Pierce v. Boyer-Van Kuran Lumber & Coal Company

Decision Date05 February 1916
Docket Number19447
CourtNebraska Supreme Court

APPEAL from the district court for Douglas county: WILLIS G. SEARS JUDGE. Reversed.


Mahoney & Kennedy, for appellant.

Dunham & Aye, contra.



While the plaintiff was in the employ of the defendant, another employee of the defendant threw a small stick, which struck the plaintiff in the eye. The plaintiff brought this action in the district court for Douglas county to recover compensation under the employers' liability act. The trial court found in plaintiff's favor, and defendant has appealed.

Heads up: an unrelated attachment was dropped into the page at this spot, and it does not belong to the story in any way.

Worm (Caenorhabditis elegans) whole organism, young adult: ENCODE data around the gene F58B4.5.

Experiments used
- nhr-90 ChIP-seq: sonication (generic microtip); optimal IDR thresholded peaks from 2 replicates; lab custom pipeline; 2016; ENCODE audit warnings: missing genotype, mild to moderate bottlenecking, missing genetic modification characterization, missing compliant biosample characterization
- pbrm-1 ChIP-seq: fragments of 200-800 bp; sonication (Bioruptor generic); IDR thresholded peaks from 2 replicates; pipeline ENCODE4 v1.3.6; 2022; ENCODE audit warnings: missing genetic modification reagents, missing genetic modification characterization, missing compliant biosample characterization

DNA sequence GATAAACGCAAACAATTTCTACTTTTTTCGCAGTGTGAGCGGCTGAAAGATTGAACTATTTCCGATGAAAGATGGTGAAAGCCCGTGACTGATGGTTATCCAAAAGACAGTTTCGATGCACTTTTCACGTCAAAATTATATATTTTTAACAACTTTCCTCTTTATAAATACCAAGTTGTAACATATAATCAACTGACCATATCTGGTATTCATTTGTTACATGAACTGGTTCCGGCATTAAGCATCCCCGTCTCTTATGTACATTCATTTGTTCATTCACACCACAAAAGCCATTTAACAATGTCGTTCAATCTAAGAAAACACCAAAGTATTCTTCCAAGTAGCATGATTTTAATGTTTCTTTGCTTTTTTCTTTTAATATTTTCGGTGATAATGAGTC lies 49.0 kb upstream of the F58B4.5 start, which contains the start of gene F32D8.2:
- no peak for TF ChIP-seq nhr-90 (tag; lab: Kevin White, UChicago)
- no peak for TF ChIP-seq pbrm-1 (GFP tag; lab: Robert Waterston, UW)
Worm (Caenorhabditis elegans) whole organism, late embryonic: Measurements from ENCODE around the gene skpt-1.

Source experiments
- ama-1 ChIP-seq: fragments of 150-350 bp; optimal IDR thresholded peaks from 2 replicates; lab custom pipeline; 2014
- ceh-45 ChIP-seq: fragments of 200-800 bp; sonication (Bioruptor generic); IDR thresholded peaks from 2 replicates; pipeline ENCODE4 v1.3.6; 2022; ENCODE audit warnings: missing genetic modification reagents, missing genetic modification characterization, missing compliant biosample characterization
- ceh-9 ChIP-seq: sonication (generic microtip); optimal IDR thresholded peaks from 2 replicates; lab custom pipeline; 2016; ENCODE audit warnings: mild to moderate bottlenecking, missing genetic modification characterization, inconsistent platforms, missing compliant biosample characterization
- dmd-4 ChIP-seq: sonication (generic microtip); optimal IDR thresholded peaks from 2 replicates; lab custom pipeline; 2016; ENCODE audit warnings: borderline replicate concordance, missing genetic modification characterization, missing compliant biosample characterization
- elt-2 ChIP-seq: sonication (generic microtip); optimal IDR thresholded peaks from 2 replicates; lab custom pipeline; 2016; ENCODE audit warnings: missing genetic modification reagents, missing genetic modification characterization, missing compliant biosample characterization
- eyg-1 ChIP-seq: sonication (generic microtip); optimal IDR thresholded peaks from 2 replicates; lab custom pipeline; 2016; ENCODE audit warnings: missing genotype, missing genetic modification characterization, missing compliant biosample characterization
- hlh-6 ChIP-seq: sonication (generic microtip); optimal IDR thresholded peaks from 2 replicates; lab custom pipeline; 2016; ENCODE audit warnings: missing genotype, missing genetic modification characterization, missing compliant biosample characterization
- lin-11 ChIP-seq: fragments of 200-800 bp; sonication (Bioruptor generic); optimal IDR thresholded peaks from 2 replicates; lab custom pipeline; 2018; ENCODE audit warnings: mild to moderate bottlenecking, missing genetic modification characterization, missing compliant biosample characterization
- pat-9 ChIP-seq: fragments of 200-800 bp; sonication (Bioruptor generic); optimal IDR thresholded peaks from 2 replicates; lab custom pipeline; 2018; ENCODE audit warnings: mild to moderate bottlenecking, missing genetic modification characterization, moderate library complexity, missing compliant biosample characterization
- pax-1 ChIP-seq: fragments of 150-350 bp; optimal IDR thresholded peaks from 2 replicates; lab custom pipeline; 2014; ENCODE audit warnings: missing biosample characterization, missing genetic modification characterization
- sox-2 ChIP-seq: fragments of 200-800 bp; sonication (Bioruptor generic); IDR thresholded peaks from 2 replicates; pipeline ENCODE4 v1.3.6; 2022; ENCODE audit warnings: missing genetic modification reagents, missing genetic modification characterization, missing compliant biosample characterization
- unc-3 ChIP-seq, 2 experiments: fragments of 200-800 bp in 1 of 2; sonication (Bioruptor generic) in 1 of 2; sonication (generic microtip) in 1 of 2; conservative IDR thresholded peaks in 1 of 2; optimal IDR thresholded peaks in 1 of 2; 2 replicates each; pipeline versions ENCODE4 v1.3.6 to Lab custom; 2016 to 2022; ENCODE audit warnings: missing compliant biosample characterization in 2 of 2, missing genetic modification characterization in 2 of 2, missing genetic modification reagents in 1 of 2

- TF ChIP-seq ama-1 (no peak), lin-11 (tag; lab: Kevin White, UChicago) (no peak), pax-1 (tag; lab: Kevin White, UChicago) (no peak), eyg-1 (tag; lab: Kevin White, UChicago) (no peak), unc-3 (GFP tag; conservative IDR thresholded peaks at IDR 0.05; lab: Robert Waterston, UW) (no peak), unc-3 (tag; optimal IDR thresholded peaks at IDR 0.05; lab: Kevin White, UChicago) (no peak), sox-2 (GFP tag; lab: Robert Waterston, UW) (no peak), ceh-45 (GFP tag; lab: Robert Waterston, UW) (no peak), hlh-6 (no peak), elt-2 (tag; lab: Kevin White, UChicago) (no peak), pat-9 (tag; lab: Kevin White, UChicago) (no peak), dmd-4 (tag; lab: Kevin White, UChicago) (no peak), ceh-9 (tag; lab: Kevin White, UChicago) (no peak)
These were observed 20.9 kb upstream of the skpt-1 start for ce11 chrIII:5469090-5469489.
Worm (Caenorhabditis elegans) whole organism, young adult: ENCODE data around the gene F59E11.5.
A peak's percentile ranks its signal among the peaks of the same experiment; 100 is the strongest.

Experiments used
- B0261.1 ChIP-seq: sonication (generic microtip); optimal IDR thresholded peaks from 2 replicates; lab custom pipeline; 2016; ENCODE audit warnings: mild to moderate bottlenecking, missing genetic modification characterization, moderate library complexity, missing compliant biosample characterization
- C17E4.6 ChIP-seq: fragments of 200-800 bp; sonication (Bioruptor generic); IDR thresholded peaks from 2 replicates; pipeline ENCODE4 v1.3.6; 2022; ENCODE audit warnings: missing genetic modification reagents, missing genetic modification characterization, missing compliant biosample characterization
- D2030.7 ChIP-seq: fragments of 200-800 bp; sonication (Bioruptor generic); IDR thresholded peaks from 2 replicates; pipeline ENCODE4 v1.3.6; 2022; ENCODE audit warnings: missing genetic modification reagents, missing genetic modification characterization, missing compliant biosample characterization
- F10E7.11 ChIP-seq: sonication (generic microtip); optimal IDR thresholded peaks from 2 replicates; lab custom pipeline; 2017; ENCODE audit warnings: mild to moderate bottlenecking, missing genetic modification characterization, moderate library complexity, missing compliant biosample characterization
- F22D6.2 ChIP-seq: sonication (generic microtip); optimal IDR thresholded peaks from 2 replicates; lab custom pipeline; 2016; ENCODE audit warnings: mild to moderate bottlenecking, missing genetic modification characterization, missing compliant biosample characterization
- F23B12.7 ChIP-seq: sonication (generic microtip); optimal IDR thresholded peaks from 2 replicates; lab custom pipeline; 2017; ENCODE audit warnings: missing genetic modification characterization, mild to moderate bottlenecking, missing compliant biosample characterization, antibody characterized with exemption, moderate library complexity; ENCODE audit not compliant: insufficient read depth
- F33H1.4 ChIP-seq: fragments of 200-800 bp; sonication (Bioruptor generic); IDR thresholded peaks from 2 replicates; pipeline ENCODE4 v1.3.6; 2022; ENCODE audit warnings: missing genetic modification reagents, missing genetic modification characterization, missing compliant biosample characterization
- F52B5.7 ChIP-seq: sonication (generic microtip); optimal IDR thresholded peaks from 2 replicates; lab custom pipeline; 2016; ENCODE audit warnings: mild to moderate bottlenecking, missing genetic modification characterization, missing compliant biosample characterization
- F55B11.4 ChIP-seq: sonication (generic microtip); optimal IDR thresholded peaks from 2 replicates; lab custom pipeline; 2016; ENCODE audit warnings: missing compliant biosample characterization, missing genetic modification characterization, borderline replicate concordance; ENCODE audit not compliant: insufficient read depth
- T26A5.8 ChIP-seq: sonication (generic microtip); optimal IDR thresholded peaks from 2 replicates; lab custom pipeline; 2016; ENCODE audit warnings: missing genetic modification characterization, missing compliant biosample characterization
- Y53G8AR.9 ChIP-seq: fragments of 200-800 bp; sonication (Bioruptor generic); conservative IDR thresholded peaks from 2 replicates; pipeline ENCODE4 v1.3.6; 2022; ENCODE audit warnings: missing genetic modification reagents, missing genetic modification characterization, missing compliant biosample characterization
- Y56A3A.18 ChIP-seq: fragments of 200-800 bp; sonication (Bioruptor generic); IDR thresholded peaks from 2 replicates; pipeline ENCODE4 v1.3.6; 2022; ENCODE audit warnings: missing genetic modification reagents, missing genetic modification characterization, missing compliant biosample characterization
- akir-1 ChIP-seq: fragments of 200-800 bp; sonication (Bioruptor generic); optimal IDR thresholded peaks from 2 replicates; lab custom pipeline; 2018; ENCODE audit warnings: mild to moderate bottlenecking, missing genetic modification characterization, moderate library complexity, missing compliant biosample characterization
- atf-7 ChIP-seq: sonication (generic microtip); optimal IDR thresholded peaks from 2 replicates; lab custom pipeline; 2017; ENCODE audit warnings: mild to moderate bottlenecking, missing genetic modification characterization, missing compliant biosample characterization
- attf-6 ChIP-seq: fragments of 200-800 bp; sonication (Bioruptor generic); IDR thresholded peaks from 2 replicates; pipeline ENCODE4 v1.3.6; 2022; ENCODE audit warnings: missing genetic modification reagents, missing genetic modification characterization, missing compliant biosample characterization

The defendant presents two questions for consideration, and contends: First, that the findings of the court that the accident arose out of plaintiff's employment is not supported by the evidence; second, that the court erred in finding that the plaintiff is entitled to have his weekly compensation payments commuted to one lump sum payment, and the court erred in entering judgment for the plaintiff for a lump sum. These are important questions under this statute. Section 3650, Rev. St. 1913, provides: "If both employer and employee become subject to part II of this article, both shall be bound by the schedule of compensation herein provided, which compensation shall be paid in every case of injury or death caused by accident arising out of and in the course of employment, except accidents caused by, or resulting in any degree from wilful negligence, as hereinafter defined, of the employee." It is clear that the meaning is that the employee shall not be entitled to compensation under the act unless the accident which caused his injury happened in the course of his employment. The facts conceded by the parties are that the plaintiff was regularly in the employment of the defendant. He was acting as a teamster, and at the time of the accident complained of was returning with his team and wagon to the yards of the defendant, and as he was entering the yards another employee, Brown, jumped into the wagon and began a playful scuffling with the plaintiff. Brown soon left the wagon, and, after running a short distance, picked up a small stick, which he playfully threw at the plaintiff, and which struck the plaintiff in the eye, causing the loss of his eye. The contention is that the plaintiff scuffled with Brown while he was upon the wagon, and that after Brown left the wagon the plaintiff attempted to strike him with one of the lines. This latter contention is alleged in the answer, as follows: "Such injury as the plaintiff has was received through a playful assault or friendly scuffle which plaintiff provoked and brought upon himself by attempting to strike said Guy Brown with the end of one of the lines with which the plaintiff was driving his team, and the action of said Guy Brown in throwing the stick which injured the plaintiff was incited and caused by plaintiff's own action." The plaintiff in his testimony denied that he engaged voluntarily in any scuffle with Brown, and denied that he struck Brown with the line or made any attempt or motion toward doing so. Brown testified to something of a scuffle upon the wagon, and also testified positively that the plaintiff attempted to strike him with the line after he left the wagon, which was the cause of his throwing the stick. There was some other evidence upon these two points, but it may be said to be substantially conflicting.